The engine was Suzuki’s proven air/oil-cooled 1074cc inline four with standard five-speed gearbox from the GS1100, hung in a traditional frame with a twin shock rear suspension, and a 19″ front wheel matched to a 17″ rear. That familiar and bullet-proof mill featured DOHC, 16-valve heads and Suzuki’s TSCC “Twin Swirl Combustion Chamber” to put out 111hp, but the 511lbs dry weight obviously blunts performance somewhat.

It’s not that the Katana was slow, exactly. How could a big four-cylinder motorcycle with slippery, wind-tunnel aerodynamics ever be slow? But it was decidedly old-school, and the GSX-R that followed immediately in its wake showed the real way forward for the sportbiking world. With a bit of work, the Katana will handle well enough, but if you think “muscle bike” instead of “sportbike” you’re probably less likely to be disappointed. Top speed was a claimed 147mph, with tested speeds coming to within a few ticks of that, but it was reportedly pretty terrifying at anywhere near that speed. Best keep it around the ton and just enjoy the old school flexibility.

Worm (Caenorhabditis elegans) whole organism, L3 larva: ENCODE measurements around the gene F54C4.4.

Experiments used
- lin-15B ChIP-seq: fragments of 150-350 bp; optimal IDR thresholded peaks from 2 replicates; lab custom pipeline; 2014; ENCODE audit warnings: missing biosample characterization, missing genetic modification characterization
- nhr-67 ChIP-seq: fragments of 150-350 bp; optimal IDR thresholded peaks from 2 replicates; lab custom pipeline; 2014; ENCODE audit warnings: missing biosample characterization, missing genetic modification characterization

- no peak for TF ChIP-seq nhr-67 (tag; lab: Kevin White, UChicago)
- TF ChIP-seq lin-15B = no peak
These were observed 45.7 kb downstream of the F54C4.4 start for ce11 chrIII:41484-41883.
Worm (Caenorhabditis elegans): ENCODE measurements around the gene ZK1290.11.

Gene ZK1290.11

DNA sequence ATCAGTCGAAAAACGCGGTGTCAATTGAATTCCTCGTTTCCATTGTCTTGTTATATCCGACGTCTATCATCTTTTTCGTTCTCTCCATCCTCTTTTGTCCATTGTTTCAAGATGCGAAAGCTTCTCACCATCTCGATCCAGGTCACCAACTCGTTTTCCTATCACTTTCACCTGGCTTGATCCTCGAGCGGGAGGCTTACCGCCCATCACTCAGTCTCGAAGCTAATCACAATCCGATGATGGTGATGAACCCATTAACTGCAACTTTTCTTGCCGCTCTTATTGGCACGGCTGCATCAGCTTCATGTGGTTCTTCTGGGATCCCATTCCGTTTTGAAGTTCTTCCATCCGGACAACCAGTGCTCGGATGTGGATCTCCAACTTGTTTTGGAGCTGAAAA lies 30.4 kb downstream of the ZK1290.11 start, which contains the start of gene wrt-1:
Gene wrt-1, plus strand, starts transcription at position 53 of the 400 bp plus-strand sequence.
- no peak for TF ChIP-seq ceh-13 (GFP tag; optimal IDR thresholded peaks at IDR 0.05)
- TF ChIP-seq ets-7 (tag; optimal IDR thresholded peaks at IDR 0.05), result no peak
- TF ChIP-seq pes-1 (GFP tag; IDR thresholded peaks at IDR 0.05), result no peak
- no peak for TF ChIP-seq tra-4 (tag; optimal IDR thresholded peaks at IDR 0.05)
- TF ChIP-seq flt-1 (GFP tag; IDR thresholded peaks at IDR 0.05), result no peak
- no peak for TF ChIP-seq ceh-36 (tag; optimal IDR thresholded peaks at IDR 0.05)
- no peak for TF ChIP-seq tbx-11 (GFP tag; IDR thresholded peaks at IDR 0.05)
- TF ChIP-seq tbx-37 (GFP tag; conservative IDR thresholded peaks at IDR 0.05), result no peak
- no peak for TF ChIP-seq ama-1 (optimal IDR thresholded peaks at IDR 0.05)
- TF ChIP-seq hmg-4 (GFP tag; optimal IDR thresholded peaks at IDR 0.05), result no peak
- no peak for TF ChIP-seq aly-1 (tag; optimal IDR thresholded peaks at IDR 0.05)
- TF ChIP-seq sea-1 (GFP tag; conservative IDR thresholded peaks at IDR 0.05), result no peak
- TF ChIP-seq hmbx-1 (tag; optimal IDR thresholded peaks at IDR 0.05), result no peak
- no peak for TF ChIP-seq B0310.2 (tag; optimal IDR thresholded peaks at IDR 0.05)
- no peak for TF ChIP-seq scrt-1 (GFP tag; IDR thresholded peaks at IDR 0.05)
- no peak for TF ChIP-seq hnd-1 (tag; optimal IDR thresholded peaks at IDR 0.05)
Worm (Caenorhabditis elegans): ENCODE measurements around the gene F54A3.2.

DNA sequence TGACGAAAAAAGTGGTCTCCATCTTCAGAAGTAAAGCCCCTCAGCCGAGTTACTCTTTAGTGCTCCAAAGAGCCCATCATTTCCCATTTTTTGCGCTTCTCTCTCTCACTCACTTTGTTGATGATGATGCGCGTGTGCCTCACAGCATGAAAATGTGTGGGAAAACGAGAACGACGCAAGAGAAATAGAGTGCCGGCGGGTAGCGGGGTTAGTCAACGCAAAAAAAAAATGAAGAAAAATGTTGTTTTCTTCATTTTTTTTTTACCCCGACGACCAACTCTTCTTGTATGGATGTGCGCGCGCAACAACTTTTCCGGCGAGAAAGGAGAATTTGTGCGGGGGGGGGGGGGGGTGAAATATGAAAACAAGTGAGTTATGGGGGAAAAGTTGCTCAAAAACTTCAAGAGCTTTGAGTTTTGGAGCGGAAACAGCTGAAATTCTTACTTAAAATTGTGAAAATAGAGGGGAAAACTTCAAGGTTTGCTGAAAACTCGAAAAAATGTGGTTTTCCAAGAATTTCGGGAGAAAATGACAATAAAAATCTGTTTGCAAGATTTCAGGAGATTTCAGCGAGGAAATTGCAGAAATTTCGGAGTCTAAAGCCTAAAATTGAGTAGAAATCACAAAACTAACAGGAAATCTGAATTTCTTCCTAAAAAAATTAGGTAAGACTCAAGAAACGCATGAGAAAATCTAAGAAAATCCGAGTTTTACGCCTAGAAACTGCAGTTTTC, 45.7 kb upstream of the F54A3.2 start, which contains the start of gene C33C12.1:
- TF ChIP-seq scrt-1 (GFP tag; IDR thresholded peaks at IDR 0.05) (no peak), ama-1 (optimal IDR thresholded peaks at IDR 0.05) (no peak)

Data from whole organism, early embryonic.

Slower speeds also permit you to bask in the attention you’re likely to attract, since this is the kind of bike that turns heads wherever you go. Styling was done by former BMW designer Hans Muth and his firm Target Design, and the result was hugely polarizing, but certainly not boring. Later bikes even got the pop-up headlight that looks like was always intended for that tiny nose cone. I’ve personally always been a huge fan of the gauge cluster, where the overlapping faces of the primary dials save space and generally look pretty trick.